Is A Massive Sydney Political Storm About To Throw The Morrison Government Into Chaos?
Initial counting in the Wentworth by-election shows a 27 per cent swing against the Liberals, pointing to a likely win for independent Kerryn Phelps.
With 0.3 per cent of the vote counted, Australian Electoral Commission figures showed a 27.3 per cent swing against Liberal candidate Dave Sharma. Former member Malcolm Turnbull held the seat with a 17.75 per cent margin.
The Liberal Party's vote in Wentworth has collapsed, making it likely independent candidate Kerryn Phelps will win the by-election.
Preliminary results of the Australia Institute' exit poll taken on Saturday show
Ms Phelps will return a strong primary vote, taking votes from the Liberals, Greens and Labor.
READ MORE: Wentworth And The Simmering Mood For Change
The Liberal vote has dropped significantly, with addressing climate change and replacing coal with renewable energy a factor in 78 per cent of voter's decisions.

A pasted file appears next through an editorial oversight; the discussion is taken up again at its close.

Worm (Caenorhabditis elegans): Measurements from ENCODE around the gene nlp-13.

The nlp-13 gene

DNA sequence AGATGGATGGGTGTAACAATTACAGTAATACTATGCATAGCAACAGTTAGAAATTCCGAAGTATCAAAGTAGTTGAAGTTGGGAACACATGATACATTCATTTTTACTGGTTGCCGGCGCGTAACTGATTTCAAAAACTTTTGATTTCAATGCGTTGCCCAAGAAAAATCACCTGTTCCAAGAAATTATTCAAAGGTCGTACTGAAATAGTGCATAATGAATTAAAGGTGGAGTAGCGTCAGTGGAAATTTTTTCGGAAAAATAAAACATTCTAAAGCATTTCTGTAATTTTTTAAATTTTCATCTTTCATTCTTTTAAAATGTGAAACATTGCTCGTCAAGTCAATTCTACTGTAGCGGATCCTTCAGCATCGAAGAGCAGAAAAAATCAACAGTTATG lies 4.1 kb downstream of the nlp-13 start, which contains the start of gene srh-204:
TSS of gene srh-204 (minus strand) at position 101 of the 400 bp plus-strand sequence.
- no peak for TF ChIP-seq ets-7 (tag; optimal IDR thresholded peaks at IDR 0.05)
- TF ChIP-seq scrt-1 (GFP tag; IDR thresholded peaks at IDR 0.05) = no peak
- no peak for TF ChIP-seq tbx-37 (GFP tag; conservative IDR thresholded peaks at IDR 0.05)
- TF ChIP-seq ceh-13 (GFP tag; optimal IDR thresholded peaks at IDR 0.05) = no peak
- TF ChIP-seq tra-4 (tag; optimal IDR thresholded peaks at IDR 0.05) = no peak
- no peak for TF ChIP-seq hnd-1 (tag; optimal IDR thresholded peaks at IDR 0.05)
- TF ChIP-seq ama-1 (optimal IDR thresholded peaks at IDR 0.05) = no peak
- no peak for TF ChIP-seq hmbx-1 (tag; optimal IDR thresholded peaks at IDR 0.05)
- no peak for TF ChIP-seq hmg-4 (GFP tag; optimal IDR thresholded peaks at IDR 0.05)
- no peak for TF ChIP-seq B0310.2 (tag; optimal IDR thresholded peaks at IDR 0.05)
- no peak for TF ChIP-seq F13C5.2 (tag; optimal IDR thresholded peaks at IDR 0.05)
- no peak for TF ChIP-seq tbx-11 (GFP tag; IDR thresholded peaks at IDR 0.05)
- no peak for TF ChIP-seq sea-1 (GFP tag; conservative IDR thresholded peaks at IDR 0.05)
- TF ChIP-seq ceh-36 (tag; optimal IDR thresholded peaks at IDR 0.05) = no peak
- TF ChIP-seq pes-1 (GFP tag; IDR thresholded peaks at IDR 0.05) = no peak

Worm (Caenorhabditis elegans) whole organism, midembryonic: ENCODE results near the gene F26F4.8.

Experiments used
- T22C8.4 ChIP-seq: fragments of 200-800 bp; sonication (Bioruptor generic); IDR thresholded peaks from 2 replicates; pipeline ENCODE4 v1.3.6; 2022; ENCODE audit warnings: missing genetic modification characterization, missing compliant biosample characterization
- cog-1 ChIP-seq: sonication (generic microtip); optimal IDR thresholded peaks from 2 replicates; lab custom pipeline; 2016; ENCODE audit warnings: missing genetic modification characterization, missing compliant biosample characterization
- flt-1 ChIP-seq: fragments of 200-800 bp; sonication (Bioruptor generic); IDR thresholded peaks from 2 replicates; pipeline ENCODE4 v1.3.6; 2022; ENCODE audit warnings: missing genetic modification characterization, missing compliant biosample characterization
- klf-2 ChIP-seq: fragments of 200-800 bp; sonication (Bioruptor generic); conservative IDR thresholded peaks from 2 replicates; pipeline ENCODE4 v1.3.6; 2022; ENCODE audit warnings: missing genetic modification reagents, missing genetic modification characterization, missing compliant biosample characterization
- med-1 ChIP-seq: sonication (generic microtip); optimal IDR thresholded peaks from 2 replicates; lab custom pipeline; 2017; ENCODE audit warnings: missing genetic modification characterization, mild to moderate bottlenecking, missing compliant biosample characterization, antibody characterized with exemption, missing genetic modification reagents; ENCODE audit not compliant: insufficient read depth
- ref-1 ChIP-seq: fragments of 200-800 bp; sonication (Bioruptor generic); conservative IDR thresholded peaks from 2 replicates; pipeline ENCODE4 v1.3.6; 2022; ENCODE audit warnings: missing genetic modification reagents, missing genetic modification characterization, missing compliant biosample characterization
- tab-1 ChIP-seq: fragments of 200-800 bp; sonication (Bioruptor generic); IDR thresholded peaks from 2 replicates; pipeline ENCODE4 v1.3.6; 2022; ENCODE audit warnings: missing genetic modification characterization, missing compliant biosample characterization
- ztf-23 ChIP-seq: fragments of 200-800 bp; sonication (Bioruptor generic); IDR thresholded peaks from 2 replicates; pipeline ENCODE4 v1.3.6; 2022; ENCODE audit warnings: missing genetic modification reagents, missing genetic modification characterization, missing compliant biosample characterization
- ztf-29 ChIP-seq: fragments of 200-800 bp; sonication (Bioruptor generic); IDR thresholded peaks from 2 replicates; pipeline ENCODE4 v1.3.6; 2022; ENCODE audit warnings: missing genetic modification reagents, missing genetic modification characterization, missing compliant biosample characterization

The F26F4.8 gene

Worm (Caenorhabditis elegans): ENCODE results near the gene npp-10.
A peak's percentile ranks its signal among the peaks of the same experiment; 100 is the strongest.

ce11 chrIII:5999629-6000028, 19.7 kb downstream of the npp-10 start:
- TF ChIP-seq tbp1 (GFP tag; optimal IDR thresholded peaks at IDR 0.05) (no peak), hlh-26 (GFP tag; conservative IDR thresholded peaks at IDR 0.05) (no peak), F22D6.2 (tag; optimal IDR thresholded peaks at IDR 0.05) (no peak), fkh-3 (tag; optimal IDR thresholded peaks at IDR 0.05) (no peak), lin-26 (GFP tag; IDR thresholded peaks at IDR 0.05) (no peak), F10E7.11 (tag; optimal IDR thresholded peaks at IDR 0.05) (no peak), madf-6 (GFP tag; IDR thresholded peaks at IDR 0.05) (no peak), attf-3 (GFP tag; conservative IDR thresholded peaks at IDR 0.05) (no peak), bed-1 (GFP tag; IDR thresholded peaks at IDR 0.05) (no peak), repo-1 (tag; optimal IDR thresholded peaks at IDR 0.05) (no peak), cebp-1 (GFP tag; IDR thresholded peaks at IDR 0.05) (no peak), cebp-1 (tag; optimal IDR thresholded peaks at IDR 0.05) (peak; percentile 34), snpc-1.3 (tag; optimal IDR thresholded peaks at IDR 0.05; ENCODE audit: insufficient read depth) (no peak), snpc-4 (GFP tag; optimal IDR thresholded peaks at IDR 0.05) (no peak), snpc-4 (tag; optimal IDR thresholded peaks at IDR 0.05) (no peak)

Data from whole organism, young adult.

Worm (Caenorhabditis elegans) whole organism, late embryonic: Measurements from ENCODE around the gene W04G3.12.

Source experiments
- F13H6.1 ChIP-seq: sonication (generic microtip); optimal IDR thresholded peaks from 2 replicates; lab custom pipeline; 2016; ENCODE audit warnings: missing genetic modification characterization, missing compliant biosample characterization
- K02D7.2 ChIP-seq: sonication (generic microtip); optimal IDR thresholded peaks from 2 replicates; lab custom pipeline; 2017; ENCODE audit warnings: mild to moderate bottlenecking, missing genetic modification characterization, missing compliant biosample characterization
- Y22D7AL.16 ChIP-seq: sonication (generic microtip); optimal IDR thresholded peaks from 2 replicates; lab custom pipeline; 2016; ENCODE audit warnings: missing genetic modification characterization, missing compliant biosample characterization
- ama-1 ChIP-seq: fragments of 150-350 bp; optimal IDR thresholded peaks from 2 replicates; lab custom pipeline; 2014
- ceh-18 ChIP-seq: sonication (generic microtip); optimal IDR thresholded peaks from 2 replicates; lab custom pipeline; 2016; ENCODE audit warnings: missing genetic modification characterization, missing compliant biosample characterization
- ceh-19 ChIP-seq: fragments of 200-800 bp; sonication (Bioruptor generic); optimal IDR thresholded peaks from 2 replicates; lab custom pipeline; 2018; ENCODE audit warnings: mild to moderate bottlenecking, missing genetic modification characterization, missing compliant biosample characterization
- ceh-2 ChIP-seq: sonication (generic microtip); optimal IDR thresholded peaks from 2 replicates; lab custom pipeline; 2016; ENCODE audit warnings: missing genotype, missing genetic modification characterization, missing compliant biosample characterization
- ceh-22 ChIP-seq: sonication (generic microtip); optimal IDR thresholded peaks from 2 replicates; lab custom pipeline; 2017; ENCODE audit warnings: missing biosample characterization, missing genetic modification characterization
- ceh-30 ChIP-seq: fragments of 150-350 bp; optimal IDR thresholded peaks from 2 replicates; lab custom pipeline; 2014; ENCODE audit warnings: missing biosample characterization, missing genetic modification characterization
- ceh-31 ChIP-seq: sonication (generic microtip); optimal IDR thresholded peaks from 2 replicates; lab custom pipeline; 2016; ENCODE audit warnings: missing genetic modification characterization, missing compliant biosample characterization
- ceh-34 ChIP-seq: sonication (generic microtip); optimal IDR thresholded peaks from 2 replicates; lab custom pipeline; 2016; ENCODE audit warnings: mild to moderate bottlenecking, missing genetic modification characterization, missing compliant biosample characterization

But former Turnbull government minister Craig Laundy says it would be wrong to blame Malcolm Turnbull if the party loses Wentworth.
The polls closed in the Sydney seat at 6pm on Saturday, with independent Kerryn Phelps tipped to defeat Liberal candidate Dave Sharma.
Mr Laundy, who was a staunch backer of Mr Turnbull's leadership, said he feared the former prime minister would be wrongly blamed for any loss.
"If we do lose this seat tonight one of the interesting things we are going to see is how quickly those that were responsible (for the leadership challenge) try to turn it to: 'It's Malcolm's fault, not what we did'," Mr Laundy told Sky News.
"I argued all the way through for stability and loyalty and came up short but it's our job now and I think there is an internal struggle within the party sadly about where we go going forward."
Mr Laundy said party members needed to resist calls to take the Liberals more to the right.
"I don't think that has played well in Wentworth," he said, adding that issues such as climate change were commonly mentioned by voters at poll booths.
Mr Laundy said he had spoken to Mr Turnbull several times during the week as the former leader was criticised for not campaigning for Mr Sharma.
"His strong thought was the people of Wentworth would have seen that as an absolute joke," Mr Laundy said.
"He knew if he stayed in town it would have been a circus and for his own well-being he had to get out and get away."
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